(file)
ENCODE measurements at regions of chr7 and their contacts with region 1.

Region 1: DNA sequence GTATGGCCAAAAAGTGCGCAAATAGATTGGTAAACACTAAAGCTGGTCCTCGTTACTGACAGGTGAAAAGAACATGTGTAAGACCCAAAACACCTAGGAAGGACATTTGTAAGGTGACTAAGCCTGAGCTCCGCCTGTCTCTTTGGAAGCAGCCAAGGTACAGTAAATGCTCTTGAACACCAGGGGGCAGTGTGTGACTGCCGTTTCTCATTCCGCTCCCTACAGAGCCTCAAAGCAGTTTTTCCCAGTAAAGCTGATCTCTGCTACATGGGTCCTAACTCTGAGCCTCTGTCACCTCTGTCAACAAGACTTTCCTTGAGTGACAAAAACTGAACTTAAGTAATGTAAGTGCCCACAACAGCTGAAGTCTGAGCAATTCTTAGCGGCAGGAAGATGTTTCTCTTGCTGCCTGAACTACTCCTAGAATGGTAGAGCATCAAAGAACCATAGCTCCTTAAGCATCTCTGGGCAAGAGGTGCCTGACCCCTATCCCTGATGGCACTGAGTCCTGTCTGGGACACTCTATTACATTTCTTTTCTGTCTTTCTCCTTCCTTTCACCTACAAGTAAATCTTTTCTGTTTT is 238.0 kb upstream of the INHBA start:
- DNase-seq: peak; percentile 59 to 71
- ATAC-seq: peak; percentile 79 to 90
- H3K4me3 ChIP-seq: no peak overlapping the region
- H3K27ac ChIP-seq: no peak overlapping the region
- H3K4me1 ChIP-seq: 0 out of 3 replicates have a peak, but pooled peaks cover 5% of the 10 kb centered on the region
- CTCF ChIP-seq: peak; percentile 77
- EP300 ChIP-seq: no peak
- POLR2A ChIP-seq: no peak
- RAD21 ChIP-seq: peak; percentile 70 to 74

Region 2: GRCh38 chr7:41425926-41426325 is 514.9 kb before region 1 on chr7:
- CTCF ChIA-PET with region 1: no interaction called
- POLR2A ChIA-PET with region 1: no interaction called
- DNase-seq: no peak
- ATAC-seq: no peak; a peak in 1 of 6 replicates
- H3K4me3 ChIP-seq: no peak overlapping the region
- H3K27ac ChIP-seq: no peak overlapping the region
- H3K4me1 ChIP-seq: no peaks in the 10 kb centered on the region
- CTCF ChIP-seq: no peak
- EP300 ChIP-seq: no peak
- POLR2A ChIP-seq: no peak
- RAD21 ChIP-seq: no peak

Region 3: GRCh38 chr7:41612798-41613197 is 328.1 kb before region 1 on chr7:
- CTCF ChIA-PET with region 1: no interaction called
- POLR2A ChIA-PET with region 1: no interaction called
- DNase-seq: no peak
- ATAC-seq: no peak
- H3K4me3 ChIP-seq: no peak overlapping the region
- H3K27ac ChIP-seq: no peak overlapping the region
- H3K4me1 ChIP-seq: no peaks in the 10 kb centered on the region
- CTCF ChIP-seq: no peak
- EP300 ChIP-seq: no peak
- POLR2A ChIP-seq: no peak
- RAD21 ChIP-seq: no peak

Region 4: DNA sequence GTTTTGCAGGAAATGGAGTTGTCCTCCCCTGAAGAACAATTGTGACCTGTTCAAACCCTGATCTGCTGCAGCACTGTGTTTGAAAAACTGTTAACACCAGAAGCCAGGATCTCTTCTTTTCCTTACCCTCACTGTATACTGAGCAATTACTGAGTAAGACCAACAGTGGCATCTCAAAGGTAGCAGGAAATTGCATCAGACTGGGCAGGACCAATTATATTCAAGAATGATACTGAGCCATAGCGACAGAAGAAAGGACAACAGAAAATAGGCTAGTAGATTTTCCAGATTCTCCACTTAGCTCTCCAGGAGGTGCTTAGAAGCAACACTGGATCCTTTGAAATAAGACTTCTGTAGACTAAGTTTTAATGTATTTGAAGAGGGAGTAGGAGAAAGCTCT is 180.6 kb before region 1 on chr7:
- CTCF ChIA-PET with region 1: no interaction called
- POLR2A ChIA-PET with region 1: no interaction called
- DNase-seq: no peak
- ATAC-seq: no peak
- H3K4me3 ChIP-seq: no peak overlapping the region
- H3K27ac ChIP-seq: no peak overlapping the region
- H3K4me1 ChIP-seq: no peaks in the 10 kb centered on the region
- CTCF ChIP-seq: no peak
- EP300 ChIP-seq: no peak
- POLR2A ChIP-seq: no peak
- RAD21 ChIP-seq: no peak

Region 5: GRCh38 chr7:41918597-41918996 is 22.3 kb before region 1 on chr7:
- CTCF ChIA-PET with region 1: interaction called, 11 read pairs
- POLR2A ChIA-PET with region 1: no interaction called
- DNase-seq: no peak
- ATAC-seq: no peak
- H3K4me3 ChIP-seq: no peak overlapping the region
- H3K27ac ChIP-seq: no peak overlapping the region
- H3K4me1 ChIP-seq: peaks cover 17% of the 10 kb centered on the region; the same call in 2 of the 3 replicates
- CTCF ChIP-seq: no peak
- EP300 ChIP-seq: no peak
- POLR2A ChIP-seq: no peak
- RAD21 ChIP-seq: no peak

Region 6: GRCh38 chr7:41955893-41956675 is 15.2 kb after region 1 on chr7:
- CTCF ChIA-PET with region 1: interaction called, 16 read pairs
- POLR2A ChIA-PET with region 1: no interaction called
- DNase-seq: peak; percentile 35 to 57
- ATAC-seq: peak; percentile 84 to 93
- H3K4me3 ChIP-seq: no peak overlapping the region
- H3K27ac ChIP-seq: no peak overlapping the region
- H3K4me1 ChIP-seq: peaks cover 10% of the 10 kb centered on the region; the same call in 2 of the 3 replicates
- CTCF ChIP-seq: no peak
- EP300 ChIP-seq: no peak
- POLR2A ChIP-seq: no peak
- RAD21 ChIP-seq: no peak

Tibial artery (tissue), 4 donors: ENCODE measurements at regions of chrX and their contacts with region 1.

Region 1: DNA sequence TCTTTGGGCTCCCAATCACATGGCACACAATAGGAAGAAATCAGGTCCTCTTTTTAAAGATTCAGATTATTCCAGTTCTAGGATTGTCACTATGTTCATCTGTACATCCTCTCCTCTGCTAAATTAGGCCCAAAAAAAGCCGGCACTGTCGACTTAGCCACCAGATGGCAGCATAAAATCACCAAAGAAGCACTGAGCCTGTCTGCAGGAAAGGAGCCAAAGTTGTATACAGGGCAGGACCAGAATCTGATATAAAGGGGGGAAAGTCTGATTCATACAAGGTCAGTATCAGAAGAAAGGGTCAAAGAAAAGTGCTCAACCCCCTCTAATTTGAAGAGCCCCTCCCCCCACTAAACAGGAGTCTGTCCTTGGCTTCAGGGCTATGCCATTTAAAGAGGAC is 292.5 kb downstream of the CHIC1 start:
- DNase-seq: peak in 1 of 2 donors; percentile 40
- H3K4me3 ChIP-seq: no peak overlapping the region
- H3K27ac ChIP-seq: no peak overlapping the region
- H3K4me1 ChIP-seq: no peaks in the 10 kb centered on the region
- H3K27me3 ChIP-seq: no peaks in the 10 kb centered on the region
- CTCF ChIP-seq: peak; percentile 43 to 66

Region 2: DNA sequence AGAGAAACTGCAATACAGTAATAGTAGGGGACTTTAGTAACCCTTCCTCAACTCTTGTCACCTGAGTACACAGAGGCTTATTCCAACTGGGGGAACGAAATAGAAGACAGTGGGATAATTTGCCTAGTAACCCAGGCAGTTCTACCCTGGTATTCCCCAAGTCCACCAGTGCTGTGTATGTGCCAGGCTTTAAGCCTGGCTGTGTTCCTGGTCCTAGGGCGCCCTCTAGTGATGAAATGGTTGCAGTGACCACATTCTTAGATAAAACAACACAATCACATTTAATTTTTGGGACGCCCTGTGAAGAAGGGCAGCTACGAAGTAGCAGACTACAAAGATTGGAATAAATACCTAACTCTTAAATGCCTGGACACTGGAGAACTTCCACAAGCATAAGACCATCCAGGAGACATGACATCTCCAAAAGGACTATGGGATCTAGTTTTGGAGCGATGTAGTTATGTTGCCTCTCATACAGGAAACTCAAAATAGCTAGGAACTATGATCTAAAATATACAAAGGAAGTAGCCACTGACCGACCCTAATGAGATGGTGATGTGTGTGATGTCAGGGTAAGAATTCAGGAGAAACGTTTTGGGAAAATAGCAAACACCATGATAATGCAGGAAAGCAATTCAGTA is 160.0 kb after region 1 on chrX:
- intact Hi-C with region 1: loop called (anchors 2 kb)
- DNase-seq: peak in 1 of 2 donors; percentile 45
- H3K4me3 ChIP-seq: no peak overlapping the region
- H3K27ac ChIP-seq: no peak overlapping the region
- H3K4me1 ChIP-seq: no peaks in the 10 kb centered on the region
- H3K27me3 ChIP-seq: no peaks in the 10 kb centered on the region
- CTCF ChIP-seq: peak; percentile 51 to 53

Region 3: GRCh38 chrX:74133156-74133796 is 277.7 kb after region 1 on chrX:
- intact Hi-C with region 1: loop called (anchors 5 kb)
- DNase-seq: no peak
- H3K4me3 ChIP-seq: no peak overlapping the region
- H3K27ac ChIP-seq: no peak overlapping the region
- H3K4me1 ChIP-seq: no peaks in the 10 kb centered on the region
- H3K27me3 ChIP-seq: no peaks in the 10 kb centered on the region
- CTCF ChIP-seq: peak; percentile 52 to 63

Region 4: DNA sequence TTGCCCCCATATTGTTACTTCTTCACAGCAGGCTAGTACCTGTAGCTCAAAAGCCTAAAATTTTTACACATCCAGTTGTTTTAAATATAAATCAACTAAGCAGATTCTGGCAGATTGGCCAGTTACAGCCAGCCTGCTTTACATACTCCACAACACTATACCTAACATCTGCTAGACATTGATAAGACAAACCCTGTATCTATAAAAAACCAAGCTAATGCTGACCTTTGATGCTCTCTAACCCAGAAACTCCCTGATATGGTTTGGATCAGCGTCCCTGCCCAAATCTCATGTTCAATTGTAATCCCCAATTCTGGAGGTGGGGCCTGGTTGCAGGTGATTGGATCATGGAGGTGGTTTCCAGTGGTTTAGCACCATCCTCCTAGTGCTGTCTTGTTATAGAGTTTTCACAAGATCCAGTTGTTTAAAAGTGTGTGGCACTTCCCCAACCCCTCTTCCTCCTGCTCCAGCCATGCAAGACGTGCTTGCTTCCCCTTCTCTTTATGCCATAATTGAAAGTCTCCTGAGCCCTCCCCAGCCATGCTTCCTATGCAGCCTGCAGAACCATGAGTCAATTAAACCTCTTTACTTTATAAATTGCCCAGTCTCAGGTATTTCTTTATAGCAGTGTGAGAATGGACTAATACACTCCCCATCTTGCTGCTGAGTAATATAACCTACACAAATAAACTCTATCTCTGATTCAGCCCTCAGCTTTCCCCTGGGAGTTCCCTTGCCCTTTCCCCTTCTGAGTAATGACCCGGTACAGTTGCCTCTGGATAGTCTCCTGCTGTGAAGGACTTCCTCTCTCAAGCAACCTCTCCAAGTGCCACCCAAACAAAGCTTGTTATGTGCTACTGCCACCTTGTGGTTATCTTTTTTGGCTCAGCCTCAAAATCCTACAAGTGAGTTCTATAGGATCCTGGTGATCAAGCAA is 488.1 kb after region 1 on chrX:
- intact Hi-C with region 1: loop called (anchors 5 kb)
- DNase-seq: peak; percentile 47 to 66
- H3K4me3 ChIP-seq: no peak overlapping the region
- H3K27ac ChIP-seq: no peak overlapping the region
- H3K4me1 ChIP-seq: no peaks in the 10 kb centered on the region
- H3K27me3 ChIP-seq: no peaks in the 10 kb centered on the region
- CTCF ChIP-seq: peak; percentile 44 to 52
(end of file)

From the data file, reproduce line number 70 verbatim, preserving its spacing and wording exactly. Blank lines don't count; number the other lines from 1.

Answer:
- POLR2A ChIP-seq: no peak